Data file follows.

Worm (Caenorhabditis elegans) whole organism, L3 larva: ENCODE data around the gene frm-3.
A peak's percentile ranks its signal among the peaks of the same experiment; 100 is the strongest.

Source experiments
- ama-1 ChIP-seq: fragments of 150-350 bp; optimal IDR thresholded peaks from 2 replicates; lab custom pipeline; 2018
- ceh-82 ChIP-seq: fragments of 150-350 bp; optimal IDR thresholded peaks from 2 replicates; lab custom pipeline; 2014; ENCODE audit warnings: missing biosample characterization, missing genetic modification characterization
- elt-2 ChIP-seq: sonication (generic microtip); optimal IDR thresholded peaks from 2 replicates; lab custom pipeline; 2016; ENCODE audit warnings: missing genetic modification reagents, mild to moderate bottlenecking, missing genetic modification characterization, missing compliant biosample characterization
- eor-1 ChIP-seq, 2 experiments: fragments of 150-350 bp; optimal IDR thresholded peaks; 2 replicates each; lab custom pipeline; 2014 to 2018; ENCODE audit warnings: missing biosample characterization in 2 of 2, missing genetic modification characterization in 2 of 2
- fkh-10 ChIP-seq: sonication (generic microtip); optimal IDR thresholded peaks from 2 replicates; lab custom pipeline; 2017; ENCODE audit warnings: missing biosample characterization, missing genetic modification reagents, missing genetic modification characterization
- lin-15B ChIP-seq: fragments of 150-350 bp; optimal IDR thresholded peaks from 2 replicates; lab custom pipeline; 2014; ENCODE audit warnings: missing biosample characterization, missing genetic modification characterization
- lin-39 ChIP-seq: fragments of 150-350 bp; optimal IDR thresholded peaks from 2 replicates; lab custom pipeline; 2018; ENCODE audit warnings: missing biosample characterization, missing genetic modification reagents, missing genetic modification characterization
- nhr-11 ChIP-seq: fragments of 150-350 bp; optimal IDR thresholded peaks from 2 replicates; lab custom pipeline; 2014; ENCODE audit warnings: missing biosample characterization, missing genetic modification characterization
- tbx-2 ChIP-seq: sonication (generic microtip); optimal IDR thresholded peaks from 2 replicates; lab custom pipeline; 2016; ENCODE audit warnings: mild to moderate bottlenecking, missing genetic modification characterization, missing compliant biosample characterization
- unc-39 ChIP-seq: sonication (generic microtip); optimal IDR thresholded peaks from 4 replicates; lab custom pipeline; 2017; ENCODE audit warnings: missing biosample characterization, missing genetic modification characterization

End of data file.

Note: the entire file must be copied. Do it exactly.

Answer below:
Worm (Caenorhabditis elegans) whole organism, L3 larva: ENCODE data around the gene frm-3.
A peak's percentile ranks its signal among the peaks of the same experiment; 100 is the strongest.

Source experiments
- ama-1 ChIP-seq: fragments of 150-350 bp; optimal IDR thresholded peaks from 2 replicates; lab custom pipeline; 2018
- ceh-82 ChIP-seq: fragments of 150-350 bp; optimal IDR thresholded peaks from 2 replicates; lab custom pipeline; 2014; ENCODE audit warnings: missing biosample characterization, missing genetic modification characterization
- elt-2 ChIP-seq: sonication (generic microtip); optimal IDR thresholded peaks from 2 replicates; lab custom pipeline; 2016; ENCODE audit warnings: missing genetic modification reagents, mild to moderate bottlenecking, missing genetic modification characterization, missing compliant biosample characterization
- eor-1 ChIP-seq, 2 experiments: fragments of 150-350 bp; optimal IDR thresholded peaks; 2 replicates each; lab custom pipeline; 2014 to 2018; ENCODE audit warnings: missing biosample characterization in 2 of 2, missing genetic modification characterization in 2 of 2
- fkh-10 ChIP-seq: sonication (generic microtip); optimal IDR thresholded peaks from 2 replicates; lab custom pipeline; 2017; ENCODE audit warnings: missing biosample characterization, missing genetic modification reagents, missing genetic modification characterization
- lin-15B ChIP-seq: fragments of 150-350 bp; optimal IDR thresholded peaks from 2 replicates; lab custom pipeline; 2014; ENCODE audit warnings: missing biosample characterization, missing genetic modification characterization
- lin-39 ChIP-seq: fragments of 150-350 bp; optimal IDR thresholded peaks from 2 replicates; lab custom pipeline; 2018; ENCODE audit warnings: missing biosample characterization, missing genetic modification reagents, missing genetic modification characterization
- nhr-11 ChIP-seq: fragments of 150-350 bp; optimal IDR thresholded peaks from 2 replicates; lab custom pipeline; 2014; ENCODE audit warnings: missing biosample characterization, missing genetic modification characterization
- tbx-2 ChIP-seq: sonication (generic microtip); optimal IDR thresholded peaks from 2 replicates; lab custom pipeline; 2016; ENCODE audit warnings: mild to moderate bottlenecking, missing genetic modification characterization, missing compliant biosample characterization
- unc-39 ChIP-seq: sonication (generic microtip); optimal IDR thresholded peaks from 4 replicates; lab custom pipeline; 2017; ENCODE audit warnings: missing biosample characterization, missing genetic modification characterization